One of the six regions of Eritrea, the Northern Red Sea Region (NRS), is bordered with the Sudan and Ethiopia on the North-Eastern part, and is number one in its length from North to the South. The area of the land in the Northern Red Sea region is 34,236 square kilometers, which boasts a second place following the Gash Barka Region. Furthermore, the areal length of the land stretches up to 450 kilometers, while the coastal length is around 795.5 kilometers.
Based on the general census carried out in 2006 as well as the subsequent consents made in the respective sub zonal administrations, the Northern Red Sea Region has a population of 380,000. The most populated sub zone being Afabet, the Dahlak sub zone is the least populated, while the sub zone of Massawa is the most densely populated of the region. The sub zones of Ghindae, Nakfa, Afabet follow Massawa in their population density in a descending order. It should be noted here that the population density of these areas wavers based on the climate change and movement of the nomadic inhabitants. During the hot seasons of the plain lowland areas, the movement of people grows and an increase in the population of the subzones with cooler climate occurs at least until the hot season finishes. The general population of the sub zone shows gradual increase every year, but due to the lack of timely registration of the remotely located population in the information system, the statistics is not precise. With the growing awareness of the public in the importance of registration and possession of Identity Cards however, it is highly anticipated it will have a positive impact in the information system of the region.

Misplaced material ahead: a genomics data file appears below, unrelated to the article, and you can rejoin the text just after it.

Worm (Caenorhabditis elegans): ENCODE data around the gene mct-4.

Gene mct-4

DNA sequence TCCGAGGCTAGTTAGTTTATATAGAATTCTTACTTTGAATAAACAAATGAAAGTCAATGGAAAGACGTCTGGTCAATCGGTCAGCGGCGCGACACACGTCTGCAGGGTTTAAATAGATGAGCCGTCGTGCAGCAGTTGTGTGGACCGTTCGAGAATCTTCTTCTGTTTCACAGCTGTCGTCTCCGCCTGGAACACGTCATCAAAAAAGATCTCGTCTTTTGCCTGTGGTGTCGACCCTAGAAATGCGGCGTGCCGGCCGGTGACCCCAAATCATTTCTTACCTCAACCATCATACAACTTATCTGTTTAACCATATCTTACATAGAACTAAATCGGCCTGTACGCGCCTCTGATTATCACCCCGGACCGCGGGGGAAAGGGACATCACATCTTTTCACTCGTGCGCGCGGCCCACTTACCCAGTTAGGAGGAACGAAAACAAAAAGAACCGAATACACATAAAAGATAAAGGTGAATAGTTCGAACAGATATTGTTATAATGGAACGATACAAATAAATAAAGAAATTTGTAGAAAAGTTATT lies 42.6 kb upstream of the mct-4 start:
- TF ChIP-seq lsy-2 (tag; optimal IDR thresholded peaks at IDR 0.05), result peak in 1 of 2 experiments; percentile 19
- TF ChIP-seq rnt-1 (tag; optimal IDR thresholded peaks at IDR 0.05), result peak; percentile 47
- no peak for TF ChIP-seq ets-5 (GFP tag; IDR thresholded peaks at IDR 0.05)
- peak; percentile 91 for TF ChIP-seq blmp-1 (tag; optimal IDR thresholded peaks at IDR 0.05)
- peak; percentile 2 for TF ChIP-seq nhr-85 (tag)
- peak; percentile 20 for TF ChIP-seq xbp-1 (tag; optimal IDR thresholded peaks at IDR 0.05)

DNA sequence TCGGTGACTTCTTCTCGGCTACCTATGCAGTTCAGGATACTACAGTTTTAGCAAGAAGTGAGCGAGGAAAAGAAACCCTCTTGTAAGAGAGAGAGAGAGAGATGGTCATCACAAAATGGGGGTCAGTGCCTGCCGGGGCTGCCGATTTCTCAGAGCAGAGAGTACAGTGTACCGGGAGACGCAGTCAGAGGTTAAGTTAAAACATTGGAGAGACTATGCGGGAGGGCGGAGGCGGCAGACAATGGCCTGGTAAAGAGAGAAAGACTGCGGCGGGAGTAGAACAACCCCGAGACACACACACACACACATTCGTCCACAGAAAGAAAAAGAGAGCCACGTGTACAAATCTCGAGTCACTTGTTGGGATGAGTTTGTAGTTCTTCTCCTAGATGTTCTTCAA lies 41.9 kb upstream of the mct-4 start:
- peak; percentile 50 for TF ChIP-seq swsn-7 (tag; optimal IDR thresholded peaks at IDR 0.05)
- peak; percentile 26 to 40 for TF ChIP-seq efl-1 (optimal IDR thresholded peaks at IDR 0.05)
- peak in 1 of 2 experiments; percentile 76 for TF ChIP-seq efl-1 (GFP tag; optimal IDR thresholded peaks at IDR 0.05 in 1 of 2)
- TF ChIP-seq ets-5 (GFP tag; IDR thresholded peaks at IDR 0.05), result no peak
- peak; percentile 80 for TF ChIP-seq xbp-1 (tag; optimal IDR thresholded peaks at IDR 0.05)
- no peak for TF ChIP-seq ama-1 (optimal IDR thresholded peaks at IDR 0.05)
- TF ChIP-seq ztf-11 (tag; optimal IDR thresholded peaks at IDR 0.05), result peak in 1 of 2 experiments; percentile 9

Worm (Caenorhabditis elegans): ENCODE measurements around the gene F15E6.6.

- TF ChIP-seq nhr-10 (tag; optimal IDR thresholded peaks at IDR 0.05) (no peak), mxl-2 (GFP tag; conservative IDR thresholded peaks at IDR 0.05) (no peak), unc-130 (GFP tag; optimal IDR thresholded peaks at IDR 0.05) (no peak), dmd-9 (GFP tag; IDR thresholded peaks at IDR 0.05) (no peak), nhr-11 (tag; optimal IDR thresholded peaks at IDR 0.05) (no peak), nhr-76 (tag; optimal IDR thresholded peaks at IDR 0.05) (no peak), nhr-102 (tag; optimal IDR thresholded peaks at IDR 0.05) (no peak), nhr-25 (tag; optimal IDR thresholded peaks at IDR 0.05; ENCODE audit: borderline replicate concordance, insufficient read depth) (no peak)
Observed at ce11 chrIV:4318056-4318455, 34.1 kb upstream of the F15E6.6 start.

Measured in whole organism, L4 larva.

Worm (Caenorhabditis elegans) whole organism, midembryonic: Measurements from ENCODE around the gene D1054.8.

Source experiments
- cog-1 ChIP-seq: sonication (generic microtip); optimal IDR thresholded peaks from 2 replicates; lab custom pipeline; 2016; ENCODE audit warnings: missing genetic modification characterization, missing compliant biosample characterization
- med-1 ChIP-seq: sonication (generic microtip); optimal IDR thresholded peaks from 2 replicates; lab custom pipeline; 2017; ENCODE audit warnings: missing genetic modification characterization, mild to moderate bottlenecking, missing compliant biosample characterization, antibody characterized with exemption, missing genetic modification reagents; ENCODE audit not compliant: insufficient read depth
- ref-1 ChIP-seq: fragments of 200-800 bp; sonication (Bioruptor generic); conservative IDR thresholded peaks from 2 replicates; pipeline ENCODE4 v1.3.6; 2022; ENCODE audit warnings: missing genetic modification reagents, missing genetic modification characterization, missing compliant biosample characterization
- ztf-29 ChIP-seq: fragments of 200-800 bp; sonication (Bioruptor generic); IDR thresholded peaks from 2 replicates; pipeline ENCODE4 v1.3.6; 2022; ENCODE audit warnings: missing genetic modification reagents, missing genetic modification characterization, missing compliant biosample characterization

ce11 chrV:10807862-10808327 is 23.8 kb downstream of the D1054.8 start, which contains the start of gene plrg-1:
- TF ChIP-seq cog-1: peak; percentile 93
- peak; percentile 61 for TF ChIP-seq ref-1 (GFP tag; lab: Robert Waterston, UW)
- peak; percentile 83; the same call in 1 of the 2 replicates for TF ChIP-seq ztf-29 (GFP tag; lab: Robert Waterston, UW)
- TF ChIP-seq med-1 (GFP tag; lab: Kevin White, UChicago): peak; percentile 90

Some of Eritrea’s highest grounds above sea level and the lowest are located in the Northern Red Sea Region. Enki’are Humer, a place located in the Foro sub zone, has an elevation of 3017 meters above sea level, while some locations around Bada and Koleli are situated around 100 meters below sea level. At summer, the lowest average temperature around the coast reaches up to 20 degree Celsius, while the highest average reaches up to 50 degrees. On the highland parts of the region however, the lowest average temperature is 10 degree Celsius, while the highest average reaches around 30 degrees. Average annual rainfall in the region is registered as 350 mm. the rainy season in the highland areas of the region is common from July to September, but the Bahri area of the region receive their rainfall from December to February. Some parts of the region, particularly the Eastern escarpments have their rainy season both with the highlands and the coastal areas accumulating a bountiful of 700to 1000 mm of rainfall annually.
The Northern Red Sea Region is equally endowed with natural resources that match with its area and geographical location. Seasonal rivers that drain from the highlands through the Eastern escarpments and vast plains to the Red Sea are other important features of the region. Most of the escarpments in the region, with the exception of some around the Adobha sub zone and the Nakfa sub zone, which drain to the West, are directed to the East. To mention some of the major rivers of the region; Zara, Hasta (Badi), Algena, Mo’u, Hiday, Felket, Mai Ule, Laba, Ein, Wekiro, Demas, Mai Atkemom, Ruba Hadas, Ali Gede, Eindeli, Regaili, Komeili and others.